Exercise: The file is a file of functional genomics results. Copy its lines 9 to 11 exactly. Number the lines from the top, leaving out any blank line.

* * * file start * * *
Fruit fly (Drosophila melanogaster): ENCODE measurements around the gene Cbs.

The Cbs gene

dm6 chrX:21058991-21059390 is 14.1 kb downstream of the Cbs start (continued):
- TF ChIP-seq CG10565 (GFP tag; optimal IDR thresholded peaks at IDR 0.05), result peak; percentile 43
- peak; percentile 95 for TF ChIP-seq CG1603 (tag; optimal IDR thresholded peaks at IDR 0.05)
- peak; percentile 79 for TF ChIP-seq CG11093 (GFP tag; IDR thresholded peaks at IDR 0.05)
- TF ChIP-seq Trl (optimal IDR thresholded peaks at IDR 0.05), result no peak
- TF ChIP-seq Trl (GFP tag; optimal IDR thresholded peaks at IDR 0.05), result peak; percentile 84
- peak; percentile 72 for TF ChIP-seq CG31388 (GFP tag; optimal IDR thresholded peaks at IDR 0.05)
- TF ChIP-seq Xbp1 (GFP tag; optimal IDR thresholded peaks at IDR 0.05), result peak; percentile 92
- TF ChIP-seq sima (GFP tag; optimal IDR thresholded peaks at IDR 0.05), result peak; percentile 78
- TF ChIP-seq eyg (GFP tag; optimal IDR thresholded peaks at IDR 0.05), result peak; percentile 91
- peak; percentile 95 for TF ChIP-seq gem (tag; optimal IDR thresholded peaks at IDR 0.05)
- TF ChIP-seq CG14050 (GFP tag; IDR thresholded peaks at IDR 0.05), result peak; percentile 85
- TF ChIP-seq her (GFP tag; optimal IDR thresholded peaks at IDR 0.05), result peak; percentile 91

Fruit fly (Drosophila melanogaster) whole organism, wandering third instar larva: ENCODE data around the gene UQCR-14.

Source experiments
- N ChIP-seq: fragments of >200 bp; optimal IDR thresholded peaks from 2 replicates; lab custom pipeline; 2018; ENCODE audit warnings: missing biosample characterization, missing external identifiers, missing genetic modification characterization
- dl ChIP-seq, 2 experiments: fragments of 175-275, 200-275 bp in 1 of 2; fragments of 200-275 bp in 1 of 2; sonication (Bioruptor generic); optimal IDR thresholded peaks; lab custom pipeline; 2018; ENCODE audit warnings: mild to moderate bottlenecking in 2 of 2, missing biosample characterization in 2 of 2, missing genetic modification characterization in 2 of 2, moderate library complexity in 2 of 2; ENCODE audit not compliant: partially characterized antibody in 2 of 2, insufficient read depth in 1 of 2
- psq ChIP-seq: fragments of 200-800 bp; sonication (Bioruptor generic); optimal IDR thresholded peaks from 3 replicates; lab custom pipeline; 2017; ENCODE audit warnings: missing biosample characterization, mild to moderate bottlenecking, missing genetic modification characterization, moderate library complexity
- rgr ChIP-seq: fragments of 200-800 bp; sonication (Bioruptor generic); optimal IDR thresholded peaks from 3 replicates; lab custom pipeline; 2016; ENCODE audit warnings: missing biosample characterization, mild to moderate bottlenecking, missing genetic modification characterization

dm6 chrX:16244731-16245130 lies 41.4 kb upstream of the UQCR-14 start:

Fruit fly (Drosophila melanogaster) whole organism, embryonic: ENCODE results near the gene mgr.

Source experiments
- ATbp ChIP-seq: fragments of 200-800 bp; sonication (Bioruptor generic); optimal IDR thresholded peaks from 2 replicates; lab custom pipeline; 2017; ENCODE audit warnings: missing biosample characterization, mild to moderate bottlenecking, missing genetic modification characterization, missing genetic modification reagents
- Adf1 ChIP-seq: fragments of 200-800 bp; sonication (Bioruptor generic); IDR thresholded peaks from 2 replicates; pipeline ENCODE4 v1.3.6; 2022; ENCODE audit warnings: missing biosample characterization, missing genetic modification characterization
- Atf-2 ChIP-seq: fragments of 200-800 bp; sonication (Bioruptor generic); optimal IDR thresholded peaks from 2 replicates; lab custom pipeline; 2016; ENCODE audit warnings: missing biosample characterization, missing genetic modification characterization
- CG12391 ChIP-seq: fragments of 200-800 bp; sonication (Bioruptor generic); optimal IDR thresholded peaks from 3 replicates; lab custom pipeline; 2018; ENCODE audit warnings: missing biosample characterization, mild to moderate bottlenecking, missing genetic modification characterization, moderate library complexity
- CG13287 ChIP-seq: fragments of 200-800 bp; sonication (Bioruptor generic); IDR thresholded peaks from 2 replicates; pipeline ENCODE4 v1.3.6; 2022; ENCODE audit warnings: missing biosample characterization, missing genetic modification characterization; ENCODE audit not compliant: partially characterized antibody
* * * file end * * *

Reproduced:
- peak; percentile 72 for TF ChIP-seq CG31388 (GFP tag; optimal IDR thresholded peaks at IDR 0.05)
- TF ChIP-seq Xbp1 (GFP tag; optimal IDR thresholded peaks at IDR 0.05), result peak; percentile 92
- TF ChIP-seq sima (GFP tag; optimal IDR thresholded peaks at IDR 0.05), result peak; percentile 78